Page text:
THE 25-member parliamentary select committee on the constitution will from next Saturday embark on provincial public hearings on the crafting of a new constitution amid reports that US$36 million is needed to bankroll the process.
Parliamentâ€™s Standing Rules and Orders Committee this week approved the US$36 million budget for the constitution-making process and forwarded it to government, which is battling to mobilise financial aid to revive the countryâ€™s comatose economy. Donors have expressed interest in funding the process.
Co-chairpersons of the committee â€“â€“ Paul Mangwana and Douglas Mwonzora â€“â€“ on Wednesday said it was the prerogative of government to source the funds for the cumbersome process that would result in a new supreme law for the country by September next year.
â€œAs a select committee we have come up with a working budget for the whole process and the Committee on Standing Rules and Orders has since approved it,â€ Mangwana said. â€œAt present the draft budget is with the government and it is yet to be approved.â€
According to the Global Political Agreement (GPA) signed last September by President Robert Mugabe, Prime Minister Morgan Tsvangirai and Deputy Prime Minister Arthur Mutambara, the select committee should convene an â€œall-stakeholdersâ€ conference within three months after its appointment.
The public consultation process, the pact reads, should be completed no later than four months after the stakeholders conference.
â€œThe draft constitution shall be tabled within three months of completion of the public consultation process to a second all-stakeholders conference,â€ reads the GPA.
â€œThe draft constitution and the accompanying report shall be tabled before parliament within one month of the second all-stakeholders conference.â€ The draft and the accompanying report would then be debated and if necessary amended in parliament within one month, before it is gazetted and a referendum conducted within three months.
Mangwana said the select committee had decided to embark on provincial public hearings starting on June 13. The hearing would last 30 days.
Zimbabweans in the diaspora, he said, would be consulted through embassies, but it would be subject to the availability of recourses.Â A website would also be created for them to contribute their views.
The views gathered during the hearings would be tabled at the first all-stakeholders conference in July to be attended by over 5 000 delegates drawn from the countryâ€™s 10 provinces.
Mangwana said the hearings would take place at ward level in the countryâ€™s 210 House of Assembly constituencies.
â€œOn average each constituency has 10 wards and a minimum of three days of consultations a ward would be set aside,â€ he said. â€œThis should provide ample time to gather the peopleâ€™s views.â€
The views would be forwarded to thematic committees that would sift through the data and come up with a draft constitution within three months, which will be tabled before a second all-stakeholders conference.
The draft and the accompanying report would then be debated and if necessary amended in parliament within one month, before it is gazetted and a referendum conducted within three months.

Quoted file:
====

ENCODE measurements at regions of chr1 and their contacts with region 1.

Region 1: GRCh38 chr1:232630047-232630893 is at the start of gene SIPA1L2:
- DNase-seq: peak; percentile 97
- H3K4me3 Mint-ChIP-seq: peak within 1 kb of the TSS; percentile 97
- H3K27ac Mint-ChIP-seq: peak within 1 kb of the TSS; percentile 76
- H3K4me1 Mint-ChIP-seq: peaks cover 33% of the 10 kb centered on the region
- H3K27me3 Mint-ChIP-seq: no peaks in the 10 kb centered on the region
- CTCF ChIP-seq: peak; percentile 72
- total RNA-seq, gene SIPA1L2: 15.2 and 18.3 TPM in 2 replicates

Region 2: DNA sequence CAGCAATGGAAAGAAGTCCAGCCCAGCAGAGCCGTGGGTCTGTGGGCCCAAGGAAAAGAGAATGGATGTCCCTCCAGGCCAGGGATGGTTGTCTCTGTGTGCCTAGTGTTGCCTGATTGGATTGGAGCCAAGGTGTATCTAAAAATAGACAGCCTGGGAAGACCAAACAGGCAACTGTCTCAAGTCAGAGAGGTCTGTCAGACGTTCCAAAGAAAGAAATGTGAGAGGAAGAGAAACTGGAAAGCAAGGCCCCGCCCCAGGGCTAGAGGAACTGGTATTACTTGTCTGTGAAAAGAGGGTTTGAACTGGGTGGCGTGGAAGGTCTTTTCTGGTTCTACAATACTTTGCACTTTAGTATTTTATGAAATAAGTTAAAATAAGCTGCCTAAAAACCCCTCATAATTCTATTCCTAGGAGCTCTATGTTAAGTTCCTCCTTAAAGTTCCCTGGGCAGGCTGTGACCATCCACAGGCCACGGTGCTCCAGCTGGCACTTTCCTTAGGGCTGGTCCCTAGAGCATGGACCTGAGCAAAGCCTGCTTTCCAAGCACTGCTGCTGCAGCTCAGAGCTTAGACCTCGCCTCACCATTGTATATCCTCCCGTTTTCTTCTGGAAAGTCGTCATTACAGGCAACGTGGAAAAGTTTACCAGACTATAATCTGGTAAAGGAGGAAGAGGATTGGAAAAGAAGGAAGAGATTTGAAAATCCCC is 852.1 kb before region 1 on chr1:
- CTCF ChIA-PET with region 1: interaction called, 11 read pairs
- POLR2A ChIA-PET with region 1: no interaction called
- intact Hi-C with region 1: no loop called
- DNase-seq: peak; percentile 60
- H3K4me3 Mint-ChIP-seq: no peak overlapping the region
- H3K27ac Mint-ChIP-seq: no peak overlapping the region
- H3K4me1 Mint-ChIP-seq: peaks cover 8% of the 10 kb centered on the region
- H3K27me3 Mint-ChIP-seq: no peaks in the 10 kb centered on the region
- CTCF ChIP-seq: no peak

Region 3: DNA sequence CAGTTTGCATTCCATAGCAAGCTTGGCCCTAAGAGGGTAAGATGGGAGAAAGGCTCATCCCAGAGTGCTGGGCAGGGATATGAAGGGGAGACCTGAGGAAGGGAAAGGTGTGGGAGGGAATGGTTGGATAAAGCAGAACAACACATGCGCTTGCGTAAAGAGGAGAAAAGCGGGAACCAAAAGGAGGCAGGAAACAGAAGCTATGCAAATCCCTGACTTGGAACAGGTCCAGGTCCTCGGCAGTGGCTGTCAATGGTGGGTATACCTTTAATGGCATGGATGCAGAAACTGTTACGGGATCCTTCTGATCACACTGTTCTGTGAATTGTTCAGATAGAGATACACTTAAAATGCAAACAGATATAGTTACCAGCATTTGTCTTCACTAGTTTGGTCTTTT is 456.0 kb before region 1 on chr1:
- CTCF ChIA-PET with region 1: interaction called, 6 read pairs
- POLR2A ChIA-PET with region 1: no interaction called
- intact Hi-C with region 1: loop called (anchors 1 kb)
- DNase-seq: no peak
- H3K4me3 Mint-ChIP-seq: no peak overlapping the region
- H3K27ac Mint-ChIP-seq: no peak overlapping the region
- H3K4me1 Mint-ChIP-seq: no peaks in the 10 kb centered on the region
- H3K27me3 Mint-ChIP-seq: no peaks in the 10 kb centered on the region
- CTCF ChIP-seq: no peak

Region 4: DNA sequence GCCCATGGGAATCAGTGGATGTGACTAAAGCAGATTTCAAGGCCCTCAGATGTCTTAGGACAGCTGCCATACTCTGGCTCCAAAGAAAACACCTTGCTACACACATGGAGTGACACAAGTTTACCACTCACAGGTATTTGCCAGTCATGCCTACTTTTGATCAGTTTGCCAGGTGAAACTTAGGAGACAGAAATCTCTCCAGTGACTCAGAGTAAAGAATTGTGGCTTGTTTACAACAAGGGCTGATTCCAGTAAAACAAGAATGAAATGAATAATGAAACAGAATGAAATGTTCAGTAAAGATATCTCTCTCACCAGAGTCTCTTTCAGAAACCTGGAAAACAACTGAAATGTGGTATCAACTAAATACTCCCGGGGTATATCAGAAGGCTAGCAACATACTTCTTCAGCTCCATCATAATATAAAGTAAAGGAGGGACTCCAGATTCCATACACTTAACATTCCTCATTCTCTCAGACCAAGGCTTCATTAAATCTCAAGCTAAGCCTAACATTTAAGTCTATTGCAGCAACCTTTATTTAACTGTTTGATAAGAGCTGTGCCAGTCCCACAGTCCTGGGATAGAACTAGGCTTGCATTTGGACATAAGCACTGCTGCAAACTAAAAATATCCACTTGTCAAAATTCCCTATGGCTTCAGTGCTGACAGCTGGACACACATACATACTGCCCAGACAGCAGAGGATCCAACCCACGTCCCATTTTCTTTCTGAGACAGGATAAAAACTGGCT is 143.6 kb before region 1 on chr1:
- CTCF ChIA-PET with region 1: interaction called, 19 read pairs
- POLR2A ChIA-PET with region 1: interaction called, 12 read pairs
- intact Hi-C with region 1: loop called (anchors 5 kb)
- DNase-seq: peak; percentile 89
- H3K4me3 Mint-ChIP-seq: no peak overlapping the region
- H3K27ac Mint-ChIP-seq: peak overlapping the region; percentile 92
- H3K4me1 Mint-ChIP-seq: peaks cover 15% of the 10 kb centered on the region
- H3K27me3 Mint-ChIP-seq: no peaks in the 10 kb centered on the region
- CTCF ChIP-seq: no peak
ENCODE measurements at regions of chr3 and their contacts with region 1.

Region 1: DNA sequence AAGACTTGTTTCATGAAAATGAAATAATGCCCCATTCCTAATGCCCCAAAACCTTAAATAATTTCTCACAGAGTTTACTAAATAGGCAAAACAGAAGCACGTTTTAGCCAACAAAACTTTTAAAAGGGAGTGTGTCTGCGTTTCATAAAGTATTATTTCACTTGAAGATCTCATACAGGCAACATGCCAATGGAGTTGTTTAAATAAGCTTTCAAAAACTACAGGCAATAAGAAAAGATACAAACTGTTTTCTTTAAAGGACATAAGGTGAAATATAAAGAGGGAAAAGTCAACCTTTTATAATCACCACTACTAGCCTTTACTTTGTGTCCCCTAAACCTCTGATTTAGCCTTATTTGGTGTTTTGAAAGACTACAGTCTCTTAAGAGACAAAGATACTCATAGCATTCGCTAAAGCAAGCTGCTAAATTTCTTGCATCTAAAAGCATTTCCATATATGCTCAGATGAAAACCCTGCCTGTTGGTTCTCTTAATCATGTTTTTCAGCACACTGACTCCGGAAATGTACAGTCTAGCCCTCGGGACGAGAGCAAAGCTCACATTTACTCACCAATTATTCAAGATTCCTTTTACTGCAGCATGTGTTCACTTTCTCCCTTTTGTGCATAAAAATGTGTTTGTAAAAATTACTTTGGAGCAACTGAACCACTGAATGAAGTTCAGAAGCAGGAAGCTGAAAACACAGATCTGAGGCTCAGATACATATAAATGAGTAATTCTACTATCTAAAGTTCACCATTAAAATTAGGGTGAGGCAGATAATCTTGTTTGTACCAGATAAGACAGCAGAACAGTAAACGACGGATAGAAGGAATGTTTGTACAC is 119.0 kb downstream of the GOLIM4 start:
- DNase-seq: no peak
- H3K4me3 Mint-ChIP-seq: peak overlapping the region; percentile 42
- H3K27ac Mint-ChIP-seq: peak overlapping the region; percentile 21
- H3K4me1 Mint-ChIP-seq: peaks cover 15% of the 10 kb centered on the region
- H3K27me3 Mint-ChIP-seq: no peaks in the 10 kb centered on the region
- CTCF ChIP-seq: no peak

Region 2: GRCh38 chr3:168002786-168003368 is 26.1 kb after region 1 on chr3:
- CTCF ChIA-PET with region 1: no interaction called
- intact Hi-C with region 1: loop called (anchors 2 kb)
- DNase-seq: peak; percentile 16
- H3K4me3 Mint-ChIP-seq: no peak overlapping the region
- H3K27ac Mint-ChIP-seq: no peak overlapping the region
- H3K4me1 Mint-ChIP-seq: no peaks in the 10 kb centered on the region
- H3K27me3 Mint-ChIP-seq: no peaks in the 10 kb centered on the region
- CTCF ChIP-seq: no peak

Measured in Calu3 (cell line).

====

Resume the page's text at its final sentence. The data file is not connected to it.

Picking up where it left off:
In the event that the draft is approved in the referendum, it shall be gazetted within a month of the date of the plebiscite and should be introduced in parliament not later than a month after the expiration of a period of 30 days from the date of the gazetting.
Asked on the relevance of the Kariba draft which is stated in the GPA as a reference document, Mwonzora said it was â€œjust like any other document that has been submitted to us for considerationâ€.
Mwonzora said the committee has since its appointment in April received draft constitutions from the Margaret Dongo-led Front for Democracy in Zimbabwe, the National Constitutional Assembly (NCA), MDC-T and Law Students Association.
Earlier in the week, Constitutional and Parliamentary Affairs minister Eric Matinenga had told journalists in the capital that when Mugabe said the Kariba draft should be the basis for consultations â€œhe was just expression his opining which is not bindingâ€.
Mugabe recently told his Zanu PF politburo that the Kariba draft, which leaves the powers of the president in tact, would be the basis of the constitution-making process.
Mugabe wants the Kariba draft because it retains the executive presidency.
Section 78 of the secret Kariba draft says executive authority would be vested in the president and cabinet which is similar to the current Lancaster House constitutionâ€™s Section 7 before the 19th amendment.
The president would remain the head of state and government, as well as commander in chief of the defence forces.
Section 88 of the Kariba draft says there will be two vice president but does not have a provision for a prime minister.
Zimbabwe is currently governed under the 1979 constitution agreed at the Lancaster House talks in London.
The constitution has been amended 19 times since the countryâ€™s Independence in 1980.
An attempt to introduce a new constitution between 1999 and 2000 failed after the NCA and other civil society organisations, backed by a nascent MDC, successfully campaigned against a government-sponsored draft.
A fierce political battle is expected when the draft goes to a referendum, with the NCA and the Zimbabwe Congress of Trade Unions having already said they would campaign against it because it will not be a people-driven product.
However, Mwonzora was optimistic that the draft would get the nod of Zimbabweans at a referendum.
â€œThe difference between 1999 and 2009 is that we have an inclusive government. We have a major political force which was in opposition, now in government,â€ he said.
BY NQOBILE BHEBHE